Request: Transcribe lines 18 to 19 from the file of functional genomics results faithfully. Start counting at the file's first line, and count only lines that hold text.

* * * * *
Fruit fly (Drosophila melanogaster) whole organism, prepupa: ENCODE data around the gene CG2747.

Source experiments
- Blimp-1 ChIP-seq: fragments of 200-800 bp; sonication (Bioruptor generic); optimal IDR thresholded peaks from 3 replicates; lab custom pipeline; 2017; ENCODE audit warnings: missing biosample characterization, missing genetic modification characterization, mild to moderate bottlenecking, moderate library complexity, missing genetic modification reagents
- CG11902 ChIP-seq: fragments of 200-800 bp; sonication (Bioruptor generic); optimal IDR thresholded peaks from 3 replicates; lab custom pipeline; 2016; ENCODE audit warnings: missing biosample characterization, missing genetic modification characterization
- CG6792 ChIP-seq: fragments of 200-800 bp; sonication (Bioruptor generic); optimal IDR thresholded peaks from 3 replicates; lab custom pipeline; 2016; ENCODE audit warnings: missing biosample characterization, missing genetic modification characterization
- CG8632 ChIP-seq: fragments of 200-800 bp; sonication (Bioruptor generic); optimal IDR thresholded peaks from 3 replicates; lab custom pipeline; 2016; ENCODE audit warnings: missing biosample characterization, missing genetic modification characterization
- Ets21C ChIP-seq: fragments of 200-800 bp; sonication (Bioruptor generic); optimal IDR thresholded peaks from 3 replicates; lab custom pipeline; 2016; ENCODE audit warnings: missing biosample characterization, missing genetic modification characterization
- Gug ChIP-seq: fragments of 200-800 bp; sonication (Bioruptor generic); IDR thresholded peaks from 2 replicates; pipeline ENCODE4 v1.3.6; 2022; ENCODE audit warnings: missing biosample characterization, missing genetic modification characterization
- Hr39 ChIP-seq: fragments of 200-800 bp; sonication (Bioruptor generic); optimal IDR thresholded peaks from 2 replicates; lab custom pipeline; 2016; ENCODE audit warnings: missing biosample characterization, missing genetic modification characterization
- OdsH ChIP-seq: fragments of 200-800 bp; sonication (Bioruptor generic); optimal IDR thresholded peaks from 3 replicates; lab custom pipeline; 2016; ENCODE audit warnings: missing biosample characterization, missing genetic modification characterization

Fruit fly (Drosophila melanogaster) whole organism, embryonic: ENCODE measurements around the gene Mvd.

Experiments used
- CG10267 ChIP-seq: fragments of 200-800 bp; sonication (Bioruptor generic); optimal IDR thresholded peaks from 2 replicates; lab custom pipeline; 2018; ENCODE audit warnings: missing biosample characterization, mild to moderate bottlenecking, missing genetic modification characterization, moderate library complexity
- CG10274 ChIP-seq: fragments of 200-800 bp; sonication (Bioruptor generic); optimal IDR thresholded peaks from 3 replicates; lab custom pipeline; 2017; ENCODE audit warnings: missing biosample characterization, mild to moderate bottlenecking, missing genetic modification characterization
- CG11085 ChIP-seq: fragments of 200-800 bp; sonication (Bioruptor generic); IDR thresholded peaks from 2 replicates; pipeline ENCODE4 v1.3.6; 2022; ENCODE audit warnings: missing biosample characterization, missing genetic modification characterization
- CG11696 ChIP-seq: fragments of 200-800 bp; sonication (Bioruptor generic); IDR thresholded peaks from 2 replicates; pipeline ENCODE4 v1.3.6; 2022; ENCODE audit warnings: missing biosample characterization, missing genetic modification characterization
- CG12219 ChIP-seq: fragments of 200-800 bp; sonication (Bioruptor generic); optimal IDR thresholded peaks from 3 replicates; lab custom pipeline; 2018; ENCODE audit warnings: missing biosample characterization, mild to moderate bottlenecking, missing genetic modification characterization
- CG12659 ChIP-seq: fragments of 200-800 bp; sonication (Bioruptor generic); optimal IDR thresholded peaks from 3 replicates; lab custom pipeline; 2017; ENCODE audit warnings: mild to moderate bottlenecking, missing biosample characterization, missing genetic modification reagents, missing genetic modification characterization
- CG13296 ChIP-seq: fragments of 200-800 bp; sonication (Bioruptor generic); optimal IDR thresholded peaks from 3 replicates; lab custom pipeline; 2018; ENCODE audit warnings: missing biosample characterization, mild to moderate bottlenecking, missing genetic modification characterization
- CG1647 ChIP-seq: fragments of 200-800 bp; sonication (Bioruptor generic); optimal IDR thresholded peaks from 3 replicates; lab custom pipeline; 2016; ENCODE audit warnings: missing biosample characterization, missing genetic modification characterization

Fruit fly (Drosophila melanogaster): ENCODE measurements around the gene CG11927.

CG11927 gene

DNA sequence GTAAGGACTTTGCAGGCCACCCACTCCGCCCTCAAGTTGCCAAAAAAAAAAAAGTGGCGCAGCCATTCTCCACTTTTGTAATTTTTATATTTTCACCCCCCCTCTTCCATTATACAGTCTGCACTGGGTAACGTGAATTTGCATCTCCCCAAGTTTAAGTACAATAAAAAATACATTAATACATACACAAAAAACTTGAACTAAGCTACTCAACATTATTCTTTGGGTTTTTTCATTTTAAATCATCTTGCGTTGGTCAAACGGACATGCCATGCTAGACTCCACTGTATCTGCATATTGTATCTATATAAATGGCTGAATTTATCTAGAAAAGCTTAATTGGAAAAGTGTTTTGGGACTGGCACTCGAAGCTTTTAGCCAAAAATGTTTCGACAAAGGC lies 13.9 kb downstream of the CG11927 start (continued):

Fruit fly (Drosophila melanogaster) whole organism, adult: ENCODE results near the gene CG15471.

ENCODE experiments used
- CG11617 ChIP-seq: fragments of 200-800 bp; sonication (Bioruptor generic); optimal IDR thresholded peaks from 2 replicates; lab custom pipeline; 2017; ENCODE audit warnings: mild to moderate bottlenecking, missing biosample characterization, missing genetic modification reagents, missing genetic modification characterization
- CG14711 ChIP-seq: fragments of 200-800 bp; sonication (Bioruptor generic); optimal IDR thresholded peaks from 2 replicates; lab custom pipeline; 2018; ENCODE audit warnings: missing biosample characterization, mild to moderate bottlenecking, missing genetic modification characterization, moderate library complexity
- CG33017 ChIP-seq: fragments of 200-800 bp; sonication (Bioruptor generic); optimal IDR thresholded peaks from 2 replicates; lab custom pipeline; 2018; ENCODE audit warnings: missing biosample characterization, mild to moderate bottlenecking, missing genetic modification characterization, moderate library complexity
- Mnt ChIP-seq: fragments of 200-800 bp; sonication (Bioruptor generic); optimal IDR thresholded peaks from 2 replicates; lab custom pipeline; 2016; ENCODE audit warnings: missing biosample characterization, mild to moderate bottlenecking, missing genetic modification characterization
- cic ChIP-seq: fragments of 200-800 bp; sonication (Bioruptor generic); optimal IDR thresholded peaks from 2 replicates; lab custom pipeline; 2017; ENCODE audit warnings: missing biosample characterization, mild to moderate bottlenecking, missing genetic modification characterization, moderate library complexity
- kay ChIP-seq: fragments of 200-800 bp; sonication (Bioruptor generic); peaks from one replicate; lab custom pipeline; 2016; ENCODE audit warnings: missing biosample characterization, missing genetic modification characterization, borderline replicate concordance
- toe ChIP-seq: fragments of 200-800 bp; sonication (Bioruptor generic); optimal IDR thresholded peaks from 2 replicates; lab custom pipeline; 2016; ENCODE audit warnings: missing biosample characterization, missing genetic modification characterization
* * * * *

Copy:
- CG12659 ChIP-seq: fragments of 200-800 bp; sonication (Bioruptor generic); optimal IDR thresholded peaks from 3 replicates; lab custom pipeline; 2017; ENCODE audit warnings: mild to moderate bottlenecking, missing biosample characterization, missing genetic modification reagents, missing genetic modification characterization
- CG13296 ChIP-seq: fragments of 200-800 bp; sonication (Bioruptor generic); optimal IDR thresholded peaks from 3 replicates; lab custom pipeline; 2018; ENCODE audit warnings: missing biosample characterization, mild to moderate bottlenecking, missing genetic modification characterization